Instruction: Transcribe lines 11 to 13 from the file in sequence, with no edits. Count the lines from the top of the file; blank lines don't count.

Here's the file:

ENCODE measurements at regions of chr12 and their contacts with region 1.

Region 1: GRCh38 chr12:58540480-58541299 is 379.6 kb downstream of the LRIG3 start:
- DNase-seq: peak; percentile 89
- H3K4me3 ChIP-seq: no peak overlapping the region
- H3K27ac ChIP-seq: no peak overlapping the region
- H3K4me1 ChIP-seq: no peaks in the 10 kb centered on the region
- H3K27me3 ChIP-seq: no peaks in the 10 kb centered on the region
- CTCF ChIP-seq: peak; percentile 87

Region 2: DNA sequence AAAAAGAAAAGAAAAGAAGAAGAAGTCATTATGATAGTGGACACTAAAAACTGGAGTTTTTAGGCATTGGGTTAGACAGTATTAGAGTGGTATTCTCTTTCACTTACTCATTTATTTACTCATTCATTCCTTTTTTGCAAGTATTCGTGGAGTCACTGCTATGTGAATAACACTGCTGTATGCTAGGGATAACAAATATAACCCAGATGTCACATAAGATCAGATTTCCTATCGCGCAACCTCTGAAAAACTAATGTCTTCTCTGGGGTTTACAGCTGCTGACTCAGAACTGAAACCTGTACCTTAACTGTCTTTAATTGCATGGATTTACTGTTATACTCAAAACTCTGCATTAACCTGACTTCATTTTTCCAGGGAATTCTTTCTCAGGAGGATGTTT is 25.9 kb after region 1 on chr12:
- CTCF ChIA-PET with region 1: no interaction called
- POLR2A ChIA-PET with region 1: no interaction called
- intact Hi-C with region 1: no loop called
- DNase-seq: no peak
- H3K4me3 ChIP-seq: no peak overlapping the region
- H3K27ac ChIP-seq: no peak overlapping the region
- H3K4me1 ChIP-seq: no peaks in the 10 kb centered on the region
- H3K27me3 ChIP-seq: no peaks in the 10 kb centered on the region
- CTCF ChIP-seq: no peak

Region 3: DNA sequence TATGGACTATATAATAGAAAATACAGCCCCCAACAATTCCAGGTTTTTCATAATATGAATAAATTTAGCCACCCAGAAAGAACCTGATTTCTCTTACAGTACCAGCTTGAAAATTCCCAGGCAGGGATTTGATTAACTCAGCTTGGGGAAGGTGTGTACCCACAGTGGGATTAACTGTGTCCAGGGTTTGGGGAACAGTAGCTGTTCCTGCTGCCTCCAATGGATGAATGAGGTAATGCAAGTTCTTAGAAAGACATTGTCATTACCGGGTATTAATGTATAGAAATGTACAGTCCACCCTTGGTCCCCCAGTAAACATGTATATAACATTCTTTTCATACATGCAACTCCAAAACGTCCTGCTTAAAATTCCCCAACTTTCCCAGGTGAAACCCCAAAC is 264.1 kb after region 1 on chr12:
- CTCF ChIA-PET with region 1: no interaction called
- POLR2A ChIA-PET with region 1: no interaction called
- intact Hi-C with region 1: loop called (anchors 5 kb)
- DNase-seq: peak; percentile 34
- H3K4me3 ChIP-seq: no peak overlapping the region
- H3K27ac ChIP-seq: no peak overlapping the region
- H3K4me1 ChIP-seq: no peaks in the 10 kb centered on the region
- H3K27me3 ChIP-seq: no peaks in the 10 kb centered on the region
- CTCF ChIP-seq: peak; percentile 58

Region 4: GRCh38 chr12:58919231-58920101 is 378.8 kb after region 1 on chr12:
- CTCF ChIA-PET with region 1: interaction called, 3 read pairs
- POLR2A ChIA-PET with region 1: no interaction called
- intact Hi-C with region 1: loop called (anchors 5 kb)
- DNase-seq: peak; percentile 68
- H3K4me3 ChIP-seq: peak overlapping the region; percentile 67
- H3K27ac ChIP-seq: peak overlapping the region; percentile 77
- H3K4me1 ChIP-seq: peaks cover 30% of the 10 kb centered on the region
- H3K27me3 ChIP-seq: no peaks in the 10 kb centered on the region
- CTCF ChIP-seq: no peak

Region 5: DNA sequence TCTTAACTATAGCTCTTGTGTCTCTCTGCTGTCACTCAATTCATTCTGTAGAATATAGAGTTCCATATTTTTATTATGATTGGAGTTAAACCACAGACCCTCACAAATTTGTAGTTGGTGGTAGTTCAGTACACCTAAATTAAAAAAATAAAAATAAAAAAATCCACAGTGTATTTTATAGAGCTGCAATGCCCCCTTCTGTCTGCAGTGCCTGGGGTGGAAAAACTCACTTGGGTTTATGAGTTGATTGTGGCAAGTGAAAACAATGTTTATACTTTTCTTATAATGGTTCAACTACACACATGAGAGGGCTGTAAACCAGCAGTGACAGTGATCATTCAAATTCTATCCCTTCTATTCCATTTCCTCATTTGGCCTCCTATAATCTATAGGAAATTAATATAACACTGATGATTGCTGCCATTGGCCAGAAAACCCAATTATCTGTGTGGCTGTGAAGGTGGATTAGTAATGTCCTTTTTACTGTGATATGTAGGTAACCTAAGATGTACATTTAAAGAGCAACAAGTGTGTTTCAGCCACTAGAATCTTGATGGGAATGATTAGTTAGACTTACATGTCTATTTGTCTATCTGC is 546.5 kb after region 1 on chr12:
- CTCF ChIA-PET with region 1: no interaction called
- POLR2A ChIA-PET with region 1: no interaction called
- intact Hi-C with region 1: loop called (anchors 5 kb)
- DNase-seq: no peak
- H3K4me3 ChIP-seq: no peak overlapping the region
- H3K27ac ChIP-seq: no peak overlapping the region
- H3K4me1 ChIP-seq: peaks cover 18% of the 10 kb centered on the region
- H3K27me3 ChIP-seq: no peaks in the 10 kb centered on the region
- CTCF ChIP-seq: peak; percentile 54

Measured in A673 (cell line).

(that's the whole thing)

- POLR2A ChIA-PET with region 1: no interaction called
- intact Hi-C with region 1: no loop called
- DNase-seq: no peak